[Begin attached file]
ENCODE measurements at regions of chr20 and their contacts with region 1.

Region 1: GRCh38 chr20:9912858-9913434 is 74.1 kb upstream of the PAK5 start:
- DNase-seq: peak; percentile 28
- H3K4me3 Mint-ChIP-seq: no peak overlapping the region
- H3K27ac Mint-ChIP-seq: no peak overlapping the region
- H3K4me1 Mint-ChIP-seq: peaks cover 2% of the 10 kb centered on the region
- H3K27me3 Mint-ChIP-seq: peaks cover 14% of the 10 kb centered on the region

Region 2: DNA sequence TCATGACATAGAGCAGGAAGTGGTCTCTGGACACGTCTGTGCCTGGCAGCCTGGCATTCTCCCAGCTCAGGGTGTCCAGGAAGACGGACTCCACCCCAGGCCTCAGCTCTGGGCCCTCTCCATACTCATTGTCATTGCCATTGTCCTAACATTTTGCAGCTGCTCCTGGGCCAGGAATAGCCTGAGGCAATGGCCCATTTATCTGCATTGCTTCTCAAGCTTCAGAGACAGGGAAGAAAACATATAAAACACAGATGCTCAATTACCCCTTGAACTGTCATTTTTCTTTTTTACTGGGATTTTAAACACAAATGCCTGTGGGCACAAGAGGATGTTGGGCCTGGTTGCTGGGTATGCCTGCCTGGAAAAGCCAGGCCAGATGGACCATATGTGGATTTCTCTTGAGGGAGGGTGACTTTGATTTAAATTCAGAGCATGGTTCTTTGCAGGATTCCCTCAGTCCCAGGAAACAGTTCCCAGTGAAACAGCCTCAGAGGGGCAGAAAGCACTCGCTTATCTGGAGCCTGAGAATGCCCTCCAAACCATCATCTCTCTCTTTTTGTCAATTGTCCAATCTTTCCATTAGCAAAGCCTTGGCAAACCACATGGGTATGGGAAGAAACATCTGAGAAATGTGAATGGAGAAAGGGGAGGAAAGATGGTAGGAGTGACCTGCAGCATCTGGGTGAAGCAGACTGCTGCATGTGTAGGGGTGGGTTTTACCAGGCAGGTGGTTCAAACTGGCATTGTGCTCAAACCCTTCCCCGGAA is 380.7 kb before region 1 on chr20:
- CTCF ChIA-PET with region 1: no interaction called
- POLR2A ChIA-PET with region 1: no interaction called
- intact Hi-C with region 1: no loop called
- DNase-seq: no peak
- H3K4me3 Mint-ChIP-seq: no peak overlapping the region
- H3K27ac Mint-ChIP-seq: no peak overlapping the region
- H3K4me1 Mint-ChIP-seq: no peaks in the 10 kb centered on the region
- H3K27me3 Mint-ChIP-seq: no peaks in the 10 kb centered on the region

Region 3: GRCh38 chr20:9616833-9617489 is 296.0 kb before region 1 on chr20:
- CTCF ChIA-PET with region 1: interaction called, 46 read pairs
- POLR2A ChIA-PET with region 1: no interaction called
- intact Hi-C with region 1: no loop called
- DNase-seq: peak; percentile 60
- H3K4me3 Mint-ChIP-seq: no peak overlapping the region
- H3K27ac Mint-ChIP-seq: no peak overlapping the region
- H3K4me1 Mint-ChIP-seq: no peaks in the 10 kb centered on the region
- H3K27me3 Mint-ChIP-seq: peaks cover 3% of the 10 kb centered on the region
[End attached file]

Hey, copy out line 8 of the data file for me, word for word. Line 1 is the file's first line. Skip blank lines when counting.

Region 2: DNA sequence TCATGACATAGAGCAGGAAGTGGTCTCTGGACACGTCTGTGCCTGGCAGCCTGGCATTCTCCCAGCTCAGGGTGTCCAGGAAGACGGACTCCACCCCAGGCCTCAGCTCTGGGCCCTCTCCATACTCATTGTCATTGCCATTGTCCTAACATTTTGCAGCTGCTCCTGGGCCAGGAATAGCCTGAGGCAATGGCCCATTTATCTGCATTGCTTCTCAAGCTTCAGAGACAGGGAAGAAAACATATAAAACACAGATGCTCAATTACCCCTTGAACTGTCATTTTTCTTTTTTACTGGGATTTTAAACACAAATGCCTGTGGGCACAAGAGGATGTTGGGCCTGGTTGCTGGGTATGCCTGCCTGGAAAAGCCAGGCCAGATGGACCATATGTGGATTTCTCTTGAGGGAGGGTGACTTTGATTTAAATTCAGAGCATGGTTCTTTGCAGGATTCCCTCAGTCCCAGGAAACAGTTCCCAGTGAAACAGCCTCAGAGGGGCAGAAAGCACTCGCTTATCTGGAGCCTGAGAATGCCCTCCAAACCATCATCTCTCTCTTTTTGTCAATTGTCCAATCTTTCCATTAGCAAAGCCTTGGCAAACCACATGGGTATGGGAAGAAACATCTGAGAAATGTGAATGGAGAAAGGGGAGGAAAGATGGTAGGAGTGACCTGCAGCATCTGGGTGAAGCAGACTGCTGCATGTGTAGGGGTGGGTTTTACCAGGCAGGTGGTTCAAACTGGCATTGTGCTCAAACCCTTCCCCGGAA is 380.7 kb before region 1 on chr20: